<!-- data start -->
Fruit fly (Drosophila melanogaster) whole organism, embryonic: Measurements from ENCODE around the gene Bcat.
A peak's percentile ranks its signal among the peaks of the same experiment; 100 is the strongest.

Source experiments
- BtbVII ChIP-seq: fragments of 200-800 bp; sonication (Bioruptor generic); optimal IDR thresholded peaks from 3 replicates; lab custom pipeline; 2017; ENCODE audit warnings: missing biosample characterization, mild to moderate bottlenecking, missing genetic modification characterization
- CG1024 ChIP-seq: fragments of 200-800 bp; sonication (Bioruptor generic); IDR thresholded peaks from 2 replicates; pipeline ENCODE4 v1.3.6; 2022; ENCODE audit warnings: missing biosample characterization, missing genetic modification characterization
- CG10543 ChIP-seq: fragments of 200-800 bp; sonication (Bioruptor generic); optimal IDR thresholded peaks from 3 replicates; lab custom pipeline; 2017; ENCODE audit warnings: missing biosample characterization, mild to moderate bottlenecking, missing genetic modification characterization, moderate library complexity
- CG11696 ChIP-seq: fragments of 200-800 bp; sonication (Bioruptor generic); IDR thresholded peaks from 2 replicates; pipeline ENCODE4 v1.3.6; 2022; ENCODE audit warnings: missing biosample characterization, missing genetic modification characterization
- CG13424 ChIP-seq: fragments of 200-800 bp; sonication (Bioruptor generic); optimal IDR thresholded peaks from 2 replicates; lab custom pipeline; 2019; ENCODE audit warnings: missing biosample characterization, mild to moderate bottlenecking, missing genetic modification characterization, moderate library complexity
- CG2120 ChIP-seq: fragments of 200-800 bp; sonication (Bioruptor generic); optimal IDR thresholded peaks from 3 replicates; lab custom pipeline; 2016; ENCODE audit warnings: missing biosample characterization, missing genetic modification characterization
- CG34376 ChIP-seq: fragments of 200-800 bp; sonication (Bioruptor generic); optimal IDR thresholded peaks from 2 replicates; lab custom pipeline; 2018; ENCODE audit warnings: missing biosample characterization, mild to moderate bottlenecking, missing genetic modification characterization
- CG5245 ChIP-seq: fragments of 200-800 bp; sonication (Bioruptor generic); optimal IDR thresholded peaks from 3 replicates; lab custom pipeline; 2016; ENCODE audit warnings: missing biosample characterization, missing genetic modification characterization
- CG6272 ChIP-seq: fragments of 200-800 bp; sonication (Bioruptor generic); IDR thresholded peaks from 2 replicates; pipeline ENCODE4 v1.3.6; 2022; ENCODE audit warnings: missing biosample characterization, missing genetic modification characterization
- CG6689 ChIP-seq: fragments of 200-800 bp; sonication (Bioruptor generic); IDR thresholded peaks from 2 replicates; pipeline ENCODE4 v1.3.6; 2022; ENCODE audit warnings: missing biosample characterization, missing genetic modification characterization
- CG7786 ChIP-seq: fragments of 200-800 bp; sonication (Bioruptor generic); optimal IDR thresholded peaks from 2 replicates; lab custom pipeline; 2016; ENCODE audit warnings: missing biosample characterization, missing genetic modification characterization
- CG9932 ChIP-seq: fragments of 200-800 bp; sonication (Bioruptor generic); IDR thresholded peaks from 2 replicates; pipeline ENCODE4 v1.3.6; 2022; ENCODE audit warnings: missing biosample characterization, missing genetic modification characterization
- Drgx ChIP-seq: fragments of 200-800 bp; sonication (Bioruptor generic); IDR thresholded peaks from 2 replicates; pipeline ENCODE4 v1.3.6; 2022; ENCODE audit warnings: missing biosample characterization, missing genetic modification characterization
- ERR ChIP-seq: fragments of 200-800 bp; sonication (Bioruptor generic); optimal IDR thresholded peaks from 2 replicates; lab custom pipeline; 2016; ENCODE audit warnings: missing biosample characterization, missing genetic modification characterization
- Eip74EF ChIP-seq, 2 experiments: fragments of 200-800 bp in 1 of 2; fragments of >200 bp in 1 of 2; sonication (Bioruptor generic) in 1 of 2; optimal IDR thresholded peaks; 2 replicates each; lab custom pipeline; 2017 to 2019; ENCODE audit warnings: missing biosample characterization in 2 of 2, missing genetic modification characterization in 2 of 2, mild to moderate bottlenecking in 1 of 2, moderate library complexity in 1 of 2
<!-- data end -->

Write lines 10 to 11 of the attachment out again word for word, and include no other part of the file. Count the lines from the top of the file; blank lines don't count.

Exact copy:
- CG34376 ChIP-seq: fragments of 200-800 bp; sonication (Bioruptor generic); optimal IDR thresholded peaks from 2 replicates; lab custom pipeline; 2018; ENCODE audit warnings: missing biosample characterization, mild to moderate bottlenecking, missing genetic modification characterization
- CG5245 ChIP-seq: fragments of 200-800 bp; sonication (Bioruptor generic); optimal IDR thresholded peaks from 3 replicates; lab custom pipeline; 2016; ENCODE audit warnings: missing biosample characterization, missing genetic modification characterization